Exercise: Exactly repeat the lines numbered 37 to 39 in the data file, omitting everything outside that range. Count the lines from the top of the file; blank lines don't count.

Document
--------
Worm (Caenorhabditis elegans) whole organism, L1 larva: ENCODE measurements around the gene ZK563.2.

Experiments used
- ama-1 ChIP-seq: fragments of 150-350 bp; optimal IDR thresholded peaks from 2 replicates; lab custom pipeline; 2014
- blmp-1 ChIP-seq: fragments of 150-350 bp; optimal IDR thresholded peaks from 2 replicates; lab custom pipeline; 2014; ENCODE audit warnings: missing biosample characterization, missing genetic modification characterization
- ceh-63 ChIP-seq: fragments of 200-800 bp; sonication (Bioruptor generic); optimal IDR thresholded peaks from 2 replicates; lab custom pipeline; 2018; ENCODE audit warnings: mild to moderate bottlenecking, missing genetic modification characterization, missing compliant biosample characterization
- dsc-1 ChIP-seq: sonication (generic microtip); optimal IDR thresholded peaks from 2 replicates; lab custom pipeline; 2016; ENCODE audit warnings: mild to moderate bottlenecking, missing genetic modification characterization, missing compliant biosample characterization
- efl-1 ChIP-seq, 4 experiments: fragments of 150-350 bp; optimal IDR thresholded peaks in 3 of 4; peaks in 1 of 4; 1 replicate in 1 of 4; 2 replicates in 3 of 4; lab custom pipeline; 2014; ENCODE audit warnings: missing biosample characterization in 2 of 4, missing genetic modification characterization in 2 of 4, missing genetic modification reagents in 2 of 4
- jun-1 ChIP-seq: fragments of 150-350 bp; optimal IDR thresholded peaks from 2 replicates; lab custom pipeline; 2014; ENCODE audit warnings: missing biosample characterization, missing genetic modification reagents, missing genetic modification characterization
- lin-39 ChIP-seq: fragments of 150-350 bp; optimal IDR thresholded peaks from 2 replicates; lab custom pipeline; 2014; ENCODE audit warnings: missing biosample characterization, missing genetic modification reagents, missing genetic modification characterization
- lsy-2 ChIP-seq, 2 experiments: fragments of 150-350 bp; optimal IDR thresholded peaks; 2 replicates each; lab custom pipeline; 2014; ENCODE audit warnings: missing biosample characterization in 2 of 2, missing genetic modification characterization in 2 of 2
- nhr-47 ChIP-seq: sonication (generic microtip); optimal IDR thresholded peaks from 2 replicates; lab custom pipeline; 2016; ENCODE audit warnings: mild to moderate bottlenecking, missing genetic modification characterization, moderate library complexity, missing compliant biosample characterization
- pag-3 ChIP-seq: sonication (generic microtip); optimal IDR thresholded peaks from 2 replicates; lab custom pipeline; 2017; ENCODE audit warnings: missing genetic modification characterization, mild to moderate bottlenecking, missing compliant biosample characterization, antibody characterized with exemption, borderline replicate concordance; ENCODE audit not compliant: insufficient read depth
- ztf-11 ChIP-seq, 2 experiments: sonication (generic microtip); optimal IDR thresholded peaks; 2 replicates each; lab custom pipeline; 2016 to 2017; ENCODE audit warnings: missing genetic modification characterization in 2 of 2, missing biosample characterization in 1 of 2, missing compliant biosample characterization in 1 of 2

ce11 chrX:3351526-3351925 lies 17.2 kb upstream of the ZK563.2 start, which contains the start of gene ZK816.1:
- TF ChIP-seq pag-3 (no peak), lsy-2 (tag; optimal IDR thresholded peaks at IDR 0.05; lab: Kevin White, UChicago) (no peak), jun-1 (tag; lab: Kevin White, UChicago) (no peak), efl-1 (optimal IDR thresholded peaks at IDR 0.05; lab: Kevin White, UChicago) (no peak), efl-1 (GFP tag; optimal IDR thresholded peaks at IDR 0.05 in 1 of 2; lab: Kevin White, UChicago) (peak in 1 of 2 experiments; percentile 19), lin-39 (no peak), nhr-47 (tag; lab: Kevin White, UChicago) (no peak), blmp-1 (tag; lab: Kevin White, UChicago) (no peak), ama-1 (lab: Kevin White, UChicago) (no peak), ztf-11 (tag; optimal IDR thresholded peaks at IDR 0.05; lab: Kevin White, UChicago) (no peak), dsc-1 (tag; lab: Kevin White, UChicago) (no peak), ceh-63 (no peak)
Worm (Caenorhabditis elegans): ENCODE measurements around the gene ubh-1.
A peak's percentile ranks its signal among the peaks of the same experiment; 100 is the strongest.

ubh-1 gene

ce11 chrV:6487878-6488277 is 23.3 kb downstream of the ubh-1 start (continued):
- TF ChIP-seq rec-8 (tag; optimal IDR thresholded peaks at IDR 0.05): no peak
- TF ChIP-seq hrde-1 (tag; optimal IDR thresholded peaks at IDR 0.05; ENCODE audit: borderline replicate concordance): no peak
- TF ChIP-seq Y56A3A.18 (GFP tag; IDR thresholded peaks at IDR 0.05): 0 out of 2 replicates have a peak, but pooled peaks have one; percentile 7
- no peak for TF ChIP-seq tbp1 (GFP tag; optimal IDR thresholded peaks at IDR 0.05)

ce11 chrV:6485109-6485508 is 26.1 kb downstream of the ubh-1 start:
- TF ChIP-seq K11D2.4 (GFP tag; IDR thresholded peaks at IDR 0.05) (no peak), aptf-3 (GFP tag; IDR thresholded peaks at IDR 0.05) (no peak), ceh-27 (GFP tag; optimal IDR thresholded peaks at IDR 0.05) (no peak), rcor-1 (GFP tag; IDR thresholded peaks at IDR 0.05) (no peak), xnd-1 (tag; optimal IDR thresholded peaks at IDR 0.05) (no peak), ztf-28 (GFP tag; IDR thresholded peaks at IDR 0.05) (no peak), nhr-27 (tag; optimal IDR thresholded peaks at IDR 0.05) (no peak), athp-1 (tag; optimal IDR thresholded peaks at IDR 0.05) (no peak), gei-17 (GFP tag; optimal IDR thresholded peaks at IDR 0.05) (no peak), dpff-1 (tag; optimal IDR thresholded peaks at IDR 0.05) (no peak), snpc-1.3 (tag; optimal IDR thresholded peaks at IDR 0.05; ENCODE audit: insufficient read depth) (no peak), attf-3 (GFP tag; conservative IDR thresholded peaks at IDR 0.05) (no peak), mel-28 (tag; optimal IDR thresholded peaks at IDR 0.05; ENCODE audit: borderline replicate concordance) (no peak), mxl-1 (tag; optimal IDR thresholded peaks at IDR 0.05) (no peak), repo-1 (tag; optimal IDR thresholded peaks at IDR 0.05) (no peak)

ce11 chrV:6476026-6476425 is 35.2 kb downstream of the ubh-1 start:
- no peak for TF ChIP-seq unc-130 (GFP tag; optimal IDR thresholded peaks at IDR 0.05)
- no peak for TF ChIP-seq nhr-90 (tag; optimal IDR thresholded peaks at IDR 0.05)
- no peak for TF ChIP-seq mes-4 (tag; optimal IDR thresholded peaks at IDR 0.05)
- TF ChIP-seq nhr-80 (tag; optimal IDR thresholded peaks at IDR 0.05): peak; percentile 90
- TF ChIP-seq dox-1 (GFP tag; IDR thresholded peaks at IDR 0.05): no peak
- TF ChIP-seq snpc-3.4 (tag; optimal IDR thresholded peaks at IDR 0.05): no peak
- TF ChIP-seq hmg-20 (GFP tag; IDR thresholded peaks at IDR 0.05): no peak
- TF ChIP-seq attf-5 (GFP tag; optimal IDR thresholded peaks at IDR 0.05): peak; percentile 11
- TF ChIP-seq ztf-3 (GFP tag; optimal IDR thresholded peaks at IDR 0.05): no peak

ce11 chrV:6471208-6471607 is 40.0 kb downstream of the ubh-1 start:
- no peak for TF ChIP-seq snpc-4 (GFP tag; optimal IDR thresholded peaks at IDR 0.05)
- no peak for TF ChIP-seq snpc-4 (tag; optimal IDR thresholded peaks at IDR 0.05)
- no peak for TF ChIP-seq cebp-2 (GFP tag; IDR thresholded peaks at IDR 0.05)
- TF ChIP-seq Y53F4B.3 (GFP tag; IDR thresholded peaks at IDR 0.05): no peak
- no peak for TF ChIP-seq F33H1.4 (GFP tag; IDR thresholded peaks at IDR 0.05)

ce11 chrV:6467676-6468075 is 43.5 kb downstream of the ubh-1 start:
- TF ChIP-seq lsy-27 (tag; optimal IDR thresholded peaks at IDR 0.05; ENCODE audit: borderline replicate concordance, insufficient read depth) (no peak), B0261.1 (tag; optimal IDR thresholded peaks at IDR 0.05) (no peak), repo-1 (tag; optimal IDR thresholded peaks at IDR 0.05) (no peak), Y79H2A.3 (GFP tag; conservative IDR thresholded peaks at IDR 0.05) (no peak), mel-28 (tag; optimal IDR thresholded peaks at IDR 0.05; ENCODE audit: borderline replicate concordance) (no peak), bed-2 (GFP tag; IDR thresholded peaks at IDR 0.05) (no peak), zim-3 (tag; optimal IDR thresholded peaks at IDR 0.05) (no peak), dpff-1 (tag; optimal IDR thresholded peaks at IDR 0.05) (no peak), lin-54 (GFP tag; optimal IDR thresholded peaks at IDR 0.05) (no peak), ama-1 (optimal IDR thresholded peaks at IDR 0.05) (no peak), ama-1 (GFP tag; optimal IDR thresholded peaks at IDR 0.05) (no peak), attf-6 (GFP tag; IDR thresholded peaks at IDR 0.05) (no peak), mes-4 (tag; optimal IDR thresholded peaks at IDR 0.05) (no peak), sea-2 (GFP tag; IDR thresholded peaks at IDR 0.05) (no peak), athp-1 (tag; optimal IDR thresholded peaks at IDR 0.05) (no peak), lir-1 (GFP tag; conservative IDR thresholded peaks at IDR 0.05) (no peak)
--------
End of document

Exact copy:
- no peak for TF ChIP-seq snpc-4 (GFP tag; optimal IDR thresholded peaks at IDR 0.05)
- no peak for TF ChIP-seq snpc-4 (tag; optimal IDR thresholded peaks at IDR 0.05)
- no peak for TF ChIP-seq cebp-2 (GFP tag; IDR thresholded peaks at IDR 0.05)